Imagine my surprise when I logged into Zoom yesterday for Shabbat morning prayers at our local messianic synagogue–and there in the middle of the screen were our Iraqi father and Gazan mother! They’ve grown so accustomed to joining morning prayer and scripture reading at our Jerusalem guesthouse that it may have just seemed natural to also sit in on the Shabbat prayers:
What really gave me joy though was the response of the largely-Jewish congregation. They were so warm and welcoming and excited to see our Muslim neighbors join them in praising God and reading his word. Especially since this was the Shabbat of the week-long Feast of Tabernacles, about which Zechariah prophesied:
Then everyone who survives of all the nations that have come against Jerusalem shall go up year after year to worship the King, the LORD of hosts, and to keep the Feast of Tabernacles.
One participant even referred to the families as our “holy visitors,” in reference to the Jewish tradition of welcoming ushpizin (Aramaic for “visitors”) to one’s succah. (For those who don’t yet know it, the Israeli film “Ushpizin” is really a must-see for this time of year, offering a very humanizing view of our orthodox neighbors).
This gets right to the heart of the Shevet Achim community, because each time a Gazan, Iraqi or Syrian child comes to Israel for a heart surgery they too are welcomed by Israelis with open arms. It’s mind-blowing for our Muslim neighbors, who are routinely dishonored and devalued in their home cultures, and who have always heard that the Jewish people are their worst enemies. There’s so much of the good news in it when they instead encounter this unconditional love.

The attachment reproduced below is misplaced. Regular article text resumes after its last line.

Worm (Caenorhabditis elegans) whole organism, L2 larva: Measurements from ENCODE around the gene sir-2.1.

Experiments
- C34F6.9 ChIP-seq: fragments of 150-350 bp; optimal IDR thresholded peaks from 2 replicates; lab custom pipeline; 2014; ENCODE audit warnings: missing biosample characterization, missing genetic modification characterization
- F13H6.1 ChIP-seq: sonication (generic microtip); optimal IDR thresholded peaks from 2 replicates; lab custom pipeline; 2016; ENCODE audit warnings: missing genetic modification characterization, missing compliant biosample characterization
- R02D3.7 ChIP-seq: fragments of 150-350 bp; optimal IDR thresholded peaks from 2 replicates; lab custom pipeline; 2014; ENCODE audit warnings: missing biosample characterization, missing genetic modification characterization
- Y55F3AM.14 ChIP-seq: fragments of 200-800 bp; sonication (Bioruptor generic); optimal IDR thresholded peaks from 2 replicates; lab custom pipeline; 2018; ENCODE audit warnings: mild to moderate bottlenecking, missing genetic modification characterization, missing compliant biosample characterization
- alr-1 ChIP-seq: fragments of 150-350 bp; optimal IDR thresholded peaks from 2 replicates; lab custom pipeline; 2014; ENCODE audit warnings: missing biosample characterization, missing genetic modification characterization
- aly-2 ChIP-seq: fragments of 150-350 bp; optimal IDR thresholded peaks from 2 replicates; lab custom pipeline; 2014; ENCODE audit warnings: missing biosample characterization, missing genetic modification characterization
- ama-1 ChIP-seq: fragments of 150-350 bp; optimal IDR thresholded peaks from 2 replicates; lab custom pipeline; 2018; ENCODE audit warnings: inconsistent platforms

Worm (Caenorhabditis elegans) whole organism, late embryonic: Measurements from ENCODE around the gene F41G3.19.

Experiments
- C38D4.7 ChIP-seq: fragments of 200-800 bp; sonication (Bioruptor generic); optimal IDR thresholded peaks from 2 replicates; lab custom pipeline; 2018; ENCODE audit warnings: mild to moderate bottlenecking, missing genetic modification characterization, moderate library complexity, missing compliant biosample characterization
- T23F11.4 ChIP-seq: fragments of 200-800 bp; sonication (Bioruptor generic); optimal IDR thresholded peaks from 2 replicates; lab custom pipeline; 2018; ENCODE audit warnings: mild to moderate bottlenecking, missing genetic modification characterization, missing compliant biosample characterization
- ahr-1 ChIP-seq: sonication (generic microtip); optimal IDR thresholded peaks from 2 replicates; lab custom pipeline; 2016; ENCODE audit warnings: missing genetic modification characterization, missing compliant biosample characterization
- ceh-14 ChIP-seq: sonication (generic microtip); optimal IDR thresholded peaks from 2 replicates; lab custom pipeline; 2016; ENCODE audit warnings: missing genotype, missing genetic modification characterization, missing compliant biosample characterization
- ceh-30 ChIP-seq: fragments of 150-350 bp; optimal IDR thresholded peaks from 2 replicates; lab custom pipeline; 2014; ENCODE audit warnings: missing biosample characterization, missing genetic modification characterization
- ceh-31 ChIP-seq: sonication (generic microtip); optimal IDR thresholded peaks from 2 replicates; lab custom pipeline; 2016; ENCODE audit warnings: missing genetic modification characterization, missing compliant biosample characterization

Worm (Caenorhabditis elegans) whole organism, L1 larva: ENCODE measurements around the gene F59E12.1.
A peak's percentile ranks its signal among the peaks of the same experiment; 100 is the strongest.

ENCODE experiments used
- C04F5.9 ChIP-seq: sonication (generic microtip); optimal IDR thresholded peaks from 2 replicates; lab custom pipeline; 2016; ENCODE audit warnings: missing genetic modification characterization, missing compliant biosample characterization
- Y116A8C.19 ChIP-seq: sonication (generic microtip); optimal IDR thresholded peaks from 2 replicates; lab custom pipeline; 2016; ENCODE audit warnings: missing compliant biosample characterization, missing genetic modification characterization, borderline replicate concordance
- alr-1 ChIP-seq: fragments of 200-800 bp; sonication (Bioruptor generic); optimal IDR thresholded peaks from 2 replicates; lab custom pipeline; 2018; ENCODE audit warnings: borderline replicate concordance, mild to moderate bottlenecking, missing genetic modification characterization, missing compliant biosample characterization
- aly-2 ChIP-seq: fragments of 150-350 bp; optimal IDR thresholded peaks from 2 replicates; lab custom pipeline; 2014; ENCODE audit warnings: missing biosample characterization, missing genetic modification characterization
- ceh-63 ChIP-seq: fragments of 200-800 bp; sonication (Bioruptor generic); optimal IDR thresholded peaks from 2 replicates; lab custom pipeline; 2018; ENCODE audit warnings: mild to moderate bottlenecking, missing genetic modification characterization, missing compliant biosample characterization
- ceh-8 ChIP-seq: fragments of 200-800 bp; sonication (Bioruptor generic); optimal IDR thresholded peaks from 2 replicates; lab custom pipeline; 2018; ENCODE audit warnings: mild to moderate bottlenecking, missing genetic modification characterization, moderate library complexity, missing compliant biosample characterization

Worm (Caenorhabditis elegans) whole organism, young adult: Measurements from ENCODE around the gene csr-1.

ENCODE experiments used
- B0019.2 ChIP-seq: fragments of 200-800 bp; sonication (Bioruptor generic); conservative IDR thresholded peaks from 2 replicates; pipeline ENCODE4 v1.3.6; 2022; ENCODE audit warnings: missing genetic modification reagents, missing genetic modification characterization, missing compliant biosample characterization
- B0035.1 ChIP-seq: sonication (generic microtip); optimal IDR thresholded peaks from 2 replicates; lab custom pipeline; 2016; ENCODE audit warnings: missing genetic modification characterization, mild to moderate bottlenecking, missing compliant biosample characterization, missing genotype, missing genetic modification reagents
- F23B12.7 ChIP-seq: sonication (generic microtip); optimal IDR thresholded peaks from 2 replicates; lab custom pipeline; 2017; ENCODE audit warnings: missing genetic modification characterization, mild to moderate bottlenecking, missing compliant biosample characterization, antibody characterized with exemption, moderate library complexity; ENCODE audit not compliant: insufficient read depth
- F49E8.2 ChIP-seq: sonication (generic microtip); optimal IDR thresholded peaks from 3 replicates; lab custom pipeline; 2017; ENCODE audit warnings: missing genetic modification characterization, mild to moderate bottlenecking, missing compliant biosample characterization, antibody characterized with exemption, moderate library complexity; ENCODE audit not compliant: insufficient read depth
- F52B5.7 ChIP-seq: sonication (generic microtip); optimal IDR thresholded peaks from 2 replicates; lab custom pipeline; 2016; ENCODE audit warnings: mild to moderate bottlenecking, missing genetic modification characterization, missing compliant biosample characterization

And it’s also life-giving for our Israeli neighbors to walk into their calling to be a blessing to all the families of the earth. This is exactly what it means to be a descendant of Abraham, Isaac and Jacob. Each generation as the covenant was renewed these simple words were at the heart of it:
The LORD said to Abram…”in you all the families of the earth shall be blessed.” (Genesis 12)
And the angel of the LORD called to Abraham [at the binding of Isaac]…”in your offspring shall all the nations of the earth be blessed.” (Genesis 22)
And the LORD appeared to [Isaac] and said…”in your offspring all the nations of the earth shall be blessed.” (Genesis 26)
The LORD stood above [Jacob’s ladder at Bethel] and said…”in you and your offspring shall all the families of the earth be blessed.” (Genesis 28)
It’s becoming more and more clear to me that we are called to proclaim this simple word of God to our Jewish neighbors. From it will flow many good things. I believe this means that not only should we increase involvement with local congregations, but that we are to engage all the people of Israel. We’ll be called to communicate in Hebrew and Arabic as much and as well as we do in English. We’re to give them the opportunity to share in the funding of the surgeries as well.
This will mean integrating Jewish and Arabic believers into our community. And–impossibly–continuing to work on a volunteer basis rather than as paid ministry. With God nothing is impossible; we must ask him to raise up young people who want to be discipled and to serve more than they want to build a home and career.
It may help that the world is deteriorating around us at a faster and faster pace. Some may finally understand that the houses we build in this world are built on sand. The one thing that matters, David tells us, is to dwell in the house of the LORD all the days of our lives, and to gaze upon his beauty.
So it helps that our community begins each day with a couple hours of seeking God’s face, and searching how his word will change our hearts and our actions in that day. And then to live, work, eat, pray and rest together day after day. It’s a powerful way to reveal our hearts and smooth off our rough edges, lest God forbid we follow in the steps of yet another minister exposed this week “whose public persona did not match his private conduct.”